God’s goal is always union. “God comes disguised as our life,” as Paula D’Arcy puts it. Life lived fully and honestly inevitably involves both joy and suffering, a path of descent, doubt, and lots of little deaths that teach us to let go of our False Self and to live in the simple joy of divine union—which is exactly the passion and desire of the True Self. Our carefully constructed ego container must gradually crack open, as we realize that we are not separate from God, from others, or from our true selves. Now the ego is seen for the partial but limiting gift that it is. Now it is ready to become the servant of the soul, and is even willing to “die” for the sake of the Spirit.

We now know that God is in us and we are in God. Through grace, contemplation, and experiencing our experiences, our consciousness is transformed. We overcome the splits created in the first half of life. Now we are capable of non-dual thinking and we can forgive and accept our imperfections and those of others. We no longer have anything to prove or protect, so we can let go and surrender to Reality/God, which are now experienced as the same thing. As St. Francis said, “I am who I am in the eyes of God—nothing more and nothing less.” We may appear foolish, or even naïve, to those at earlier levels of development, but we are finally free and alive. This is the second naiveté, our return to an almost childlike simplicity and serenity. It is the primary goal and purpose of our maturing years.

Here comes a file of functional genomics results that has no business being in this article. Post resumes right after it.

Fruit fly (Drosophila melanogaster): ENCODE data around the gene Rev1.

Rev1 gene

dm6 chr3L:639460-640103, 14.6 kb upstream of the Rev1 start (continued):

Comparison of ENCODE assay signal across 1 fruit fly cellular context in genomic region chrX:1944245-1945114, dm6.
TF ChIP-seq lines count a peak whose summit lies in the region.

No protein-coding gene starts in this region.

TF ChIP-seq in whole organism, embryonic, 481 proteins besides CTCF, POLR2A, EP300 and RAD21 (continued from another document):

"I am who I am in the eyes of God, nothing more and nothing less."



Tuesday, November 4, 2014

The Gift You Already Are










WORD FOR THE DAY
Tuesday, Nov. 4
Love is...like a spring coming up out of the ground of our own depths. "I am gift." All that I am is something that's given, and given freely. Being doesn't cost anything. There's no price tag, no strings attached.
Thomas Merton
The Springs of Contemplation: A Retreat at the Abbey of Gethsemani


Did you know  you were "gift" Eleanor?

A gift that cost nothing but is worth so much!

You just are.

So just be.

That is enough.

And that is one of the hardest lessons in this life.


I love you ,

Papa

Monday, September 29, 2014

Eleanor,
As I write this right now I am having a conversation with a Quaker friend of mine about “evil” and how it is people of faith are to address evil. At this moment in history there is much (what I would call) evil taking place. As a follower of Jesus I stand very confused about what actions should be taken. As a father and grandfather I want to eradicate them off the face of the earth.